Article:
How I… measure productivity in 2021

The “right to be busy”…

One particularly horrible week in a particularly horrible job, I was told by a colleague: “You need to do more. You should be making sacrifices for your team; not the other way around”. 

In the same week, another colleague made a complaint that my long working hours, which bled into evenings and weekends, were “demoralising” to others. 

That week taught me two things. First, the important life lesson that you really can’t please all the people all the time. Second, that nobody else can measure your productivity or decide if you’re doing enough. 

I never feel that I am doing enough. A strong work ethic and in-built sense of duty toward others, coupled with doing a job you genuinely care about, is a dangerous concoction that can lead to burnout. 

At the very least, it’s a constant sense of panic bubbling away below the surface as the to-do list only gets longer, and the person you finally remember to email has the audacity to reply straight away (what were they doing for six weeks?)

2020 has been a good year for me in learning to look after myself and measure my productivity on my own terms. Here are some things I’ll continue to consider in 2021 to keep that panic at a nice dull roar.

Where do I add value? Keep coming back to this question because the answer will change. As I progress as an editor, the role becomes less about writing and editing and more about offering opinions and advice, and that can be hard to measure. 

Shifting from “doing” to “thinking” is usually a positive sign in your career. You should be able to discuss problems and talk through ideas without worrying that you have 1000 words to write, or cakes to bake, or whatever it might be. If people are asking for your support and you’re giving it – this is productive.

Be honest with others. There is nothing worse than knowing a colleague isn’t being honest with you. Yes, I might come across as negative in meetings when I say things like “I haven’t even had a chance to start that yet” or “No, I can’t take that on in the time available”.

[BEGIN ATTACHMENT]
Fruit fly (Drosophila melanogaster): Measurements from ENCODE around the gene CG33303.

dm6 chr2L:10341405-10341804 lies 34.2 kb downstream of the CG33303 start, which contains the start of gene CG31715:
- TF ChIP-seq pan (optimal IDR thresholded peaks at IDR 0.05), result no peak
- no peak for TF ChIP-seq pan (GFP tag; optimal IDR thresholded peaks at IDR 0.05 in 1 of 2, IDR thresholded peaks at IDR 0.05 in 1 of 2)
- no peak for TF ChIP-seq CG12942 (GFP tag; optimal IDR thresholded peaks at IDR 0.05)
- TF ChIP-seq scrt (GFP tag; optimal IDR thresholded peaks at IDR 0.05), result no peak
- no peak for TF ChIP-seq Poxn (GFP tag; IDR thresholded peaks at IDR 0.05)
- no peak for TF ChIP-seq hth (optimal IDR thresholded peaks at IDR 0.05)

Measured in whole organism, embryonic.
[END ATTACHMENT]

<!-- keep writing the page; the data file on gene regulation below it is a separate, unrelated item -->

But I know from experience this is a lot less frustrating than insisting something is “almost there” only to deliver it late, badly, and lacking the support it needed from the team. Keep everyone in the loop,  even if it’s not a nice loop to be in.

Be honest with yourself. I am not writing this article to tell you to do less. Self care is key but there’s enough toxic content out there that screams “don’t fancy getting out of bed? Never do it again!”

In 2020, we have been left to hold ourselves accountable more than ever. Some of us have an even higher workload and have to ensure we make time for breaks. We also have to keep up communication and be honest about our output – with our colleagues but also with ourselves, ideally not spending all our time wandering over to the fridge, opening it, closing it, and opening it again with lower expectations. 

During my brief career as a “runner”*, I used the walk-run method to start and was advised to “run until you feel tired and walk until you feel guilty”. If you’re kidding yourself, you’ll know – so listen to that voice really deep down.

Prioritise. It sounds obvious, but keep coming back to how and why you are prioritising your tasks. It’s easy to get caught up with the loudest client or the most persistent emailer, at the expense of the bigger picture.

I have regular discussions with my boss and wider team about what needs to be done to take the business forward, as well as taking time out to think about what content our community needs. Sometimes, I even prioritise the most fun task – which is not just allowed, but recommended. 

Reverse the situation. Having to delay things or not quite meet expectations is part of life, but never seems to feel any less disappointing. I can’t stand letting people down even if that’s just having to cancel a meeting or rearrange a call. But am I letting them down? Or was a call with me not necessarily the highlight of their week? 

How would you feel if the situation was reversed? Would you take it as a sign of laziness and lack of consideration, or a sign that someone is obviously busy and important (ergo worth talking to), and be grateful they want more time to properly prepare for the call?

Embrace the right to be busy. On that note, just as the people you work with have the right to be too busy to take on another task or make it to a call, so do you. In a society that praises the “grind” and 24/7 working, we still somehow feel horribly guilty for having too much work on. Remember being busy (as long as it’s productive busyness) is a positive sign, and if people have time to judge you for it they’re probably not adding much value themselves. 

*I did one 10K very slowly, and after much consideration running will not be on my list of resolutions for 2021. 

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